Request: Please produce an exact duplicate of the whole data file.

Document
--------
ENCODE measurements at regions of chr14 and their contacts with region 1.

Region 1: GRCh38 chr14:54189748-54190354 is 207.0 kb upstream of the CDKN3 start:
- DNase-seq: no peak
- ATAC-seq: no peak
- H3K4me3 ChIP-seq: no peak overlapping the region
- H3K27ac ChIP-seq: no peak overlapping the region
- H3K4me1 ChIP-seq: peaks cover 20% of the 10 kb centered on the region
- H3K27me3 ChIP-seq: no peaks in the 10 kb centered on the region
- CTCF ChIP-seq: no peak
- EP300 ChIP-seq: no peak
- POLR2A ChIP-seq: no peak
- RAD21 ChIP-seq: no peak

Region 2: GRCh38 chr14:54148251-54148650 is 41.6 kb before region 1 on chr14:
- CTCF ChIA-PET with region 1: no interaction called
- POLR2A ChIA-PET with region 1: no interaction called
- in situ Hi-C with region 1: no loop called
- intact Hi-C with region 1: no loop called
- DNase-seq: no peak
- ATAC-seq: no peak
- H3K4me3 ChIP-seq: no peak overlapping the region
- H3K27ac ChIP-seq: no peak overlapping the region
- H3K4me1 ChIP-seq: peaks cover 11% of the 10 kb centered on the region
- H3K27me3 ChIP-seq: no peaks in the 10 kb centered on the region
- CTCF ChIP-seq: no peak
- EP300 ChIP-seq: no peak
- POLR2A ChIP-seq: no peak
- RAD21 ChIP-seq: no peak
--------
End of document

ENCODE measurements at regions of chr14 and their contacts with region 1.

Region 1: GRCh38 chr14:54189748-54190354 is 207.0 kb upstream of the CDKN3 start:
- DNase-seq: no peak
- ATAC-seq: no peak
- H3K4me3 ChIP-seq: no peak overlapping the region
- H3K27ac ChIP-seq: no peak overlapping the region
- H3K4me1 ChIP-seq: peaks cover 20% of the 10 kb centered on the region
- H3K27me3 ChIP-seq: no peaks in the 10 kb centered on the region
- CTCF ChIP-seq: no peak
- EP300 ChIP-seq: no peak
- POLR2A ChIP-seq: no peak
- RAD21 ChIP-seq: no peak

Region 2: GRCh38 chr14:54148251-54148650 is 41.6 kb before region 1 on chr14:
- CTCF ChIA-PET with region 1: no interaction called
- POLR2A ChIA-PET with region 1: no interaction called
- in situ Hi-C with region 1: no loop called
- intact Hi-C with region 1: no loop called
- DNase-seq: no peak
- ATAC-seq: no peak
- H3K4me3 ChIP-seq: no peak overlapping the region
- H3K27ac ChIP-seq: no peak overlapping the region
- H3K4me1 ChIP-seq: peaks cover 11% of the 10 kb centered on the region
- H3K27me3 ChIP-seq: no peaks in the 10 kb centered on the region
- CTCF ChIP-seq: no peak
- EP300 ChIP-seq: no peak
- POLR2A ChIP-seq: no peak
- RAD21 ChIP-seq: no peak